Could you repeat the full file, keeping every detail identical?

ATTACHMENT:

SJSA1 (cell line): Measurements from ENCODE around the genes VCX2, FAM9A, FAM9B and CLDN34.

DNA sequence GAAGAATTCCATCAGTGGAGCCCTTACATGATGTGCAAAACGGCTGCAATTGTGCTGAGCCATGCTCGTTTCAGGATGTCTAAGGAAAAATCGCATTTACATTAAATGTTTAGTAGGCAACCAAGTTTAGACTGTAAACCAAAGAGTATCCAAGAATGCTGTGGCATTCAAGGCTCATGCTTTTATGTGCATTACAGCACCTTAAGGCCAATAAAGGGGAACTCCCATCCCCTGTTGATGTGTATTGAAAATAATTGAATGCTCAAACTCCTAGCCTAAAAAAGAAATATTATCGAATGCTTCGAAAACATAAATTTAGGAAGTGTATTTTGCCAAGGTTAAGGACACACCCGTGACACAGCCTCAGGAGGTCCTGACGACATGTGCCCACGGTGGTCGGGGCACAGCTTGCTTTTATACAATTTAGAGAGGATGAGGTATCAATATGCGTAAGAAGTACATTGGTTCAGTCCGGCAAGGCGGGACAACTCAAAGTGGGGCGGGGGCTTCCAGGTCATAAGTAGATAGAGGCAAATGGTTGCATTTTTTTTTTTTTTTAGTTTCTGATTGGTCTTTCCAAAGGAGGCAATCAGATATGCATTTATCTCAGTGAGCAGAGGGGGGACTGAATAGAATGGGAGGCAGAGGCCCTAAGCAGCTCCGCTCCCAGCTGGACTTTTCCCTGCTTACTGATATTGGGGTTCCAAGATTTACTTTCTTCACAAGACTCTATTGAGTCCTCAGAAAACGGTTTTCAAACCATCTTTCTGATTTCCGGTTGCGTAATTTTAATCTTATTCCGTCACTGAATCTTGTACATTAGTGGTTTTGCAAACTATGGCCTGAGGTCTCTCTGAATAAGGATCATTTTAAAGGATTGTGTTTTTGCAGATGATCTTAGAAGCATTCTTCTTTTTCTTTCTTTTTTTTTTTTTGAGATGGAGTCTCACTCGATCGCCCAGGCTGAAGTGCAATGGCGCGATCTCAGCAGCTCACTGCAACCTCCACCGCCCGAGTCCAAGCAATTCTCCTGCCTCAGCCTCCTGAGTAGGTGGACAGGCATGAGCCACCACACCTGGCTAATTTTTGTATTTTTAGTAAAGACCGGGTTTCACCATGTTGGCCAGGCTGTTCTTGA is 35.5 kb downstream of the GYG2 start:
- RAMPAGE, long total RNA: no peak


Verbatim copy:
SJSA1 (cell line): Measurements from ENCODE around the genes VCX2, FAM9A, FAM9B and CLDN34.

DNA sequence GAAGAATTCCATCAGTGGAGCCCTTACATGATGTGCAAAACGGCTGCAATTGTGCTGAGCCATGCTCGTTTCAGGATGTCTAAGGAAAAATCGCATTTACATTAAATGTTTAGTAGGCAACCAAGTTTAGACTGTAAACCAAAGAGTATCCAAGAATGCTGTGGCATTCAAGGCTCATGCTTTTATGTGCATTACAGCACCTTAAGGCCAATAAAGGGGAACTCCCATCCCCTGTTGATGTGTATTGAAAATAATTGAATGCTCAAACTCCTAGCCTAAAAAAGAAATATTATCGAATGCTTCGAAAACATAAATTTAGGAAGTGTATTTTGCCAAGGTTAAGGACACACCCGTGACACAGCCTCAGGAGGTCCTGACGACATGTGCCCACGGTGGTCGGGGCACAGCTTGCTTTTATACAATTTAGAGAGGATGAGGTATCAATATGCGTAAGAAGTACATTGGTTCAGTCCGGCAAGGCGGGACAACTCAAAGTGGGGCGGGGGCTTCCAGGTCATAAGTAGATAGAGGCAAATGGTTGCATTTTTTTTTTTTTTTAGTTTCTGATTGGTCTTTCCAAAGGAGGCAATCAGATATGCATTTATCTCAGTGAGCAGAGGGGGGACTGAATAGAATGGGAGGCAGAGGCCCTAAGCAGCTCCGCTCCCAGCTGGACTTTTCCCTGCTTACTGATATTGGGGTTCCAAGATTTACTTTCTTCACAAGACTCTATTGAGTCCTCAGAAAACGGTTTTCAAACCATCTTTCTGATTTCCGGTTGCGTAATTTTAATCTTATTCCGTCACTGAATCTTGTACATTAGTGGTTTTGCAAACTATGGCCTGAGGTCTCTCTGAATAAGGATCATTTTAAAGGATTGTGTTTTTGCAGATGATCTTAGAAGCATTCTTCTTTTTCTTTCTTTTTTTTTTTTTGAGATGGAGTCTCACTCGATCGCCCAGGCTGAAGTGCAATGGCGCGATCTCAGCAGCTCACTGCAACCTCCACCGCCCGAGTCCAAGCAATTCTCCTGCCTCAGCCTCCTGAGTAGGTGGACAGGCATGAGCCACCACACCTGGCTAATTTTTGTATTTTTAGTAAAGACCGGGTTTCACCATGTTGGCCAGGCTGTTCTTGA is 35.5 kb downstream of the GYG2 start:
- RAMPAGE, long total RNA: no peak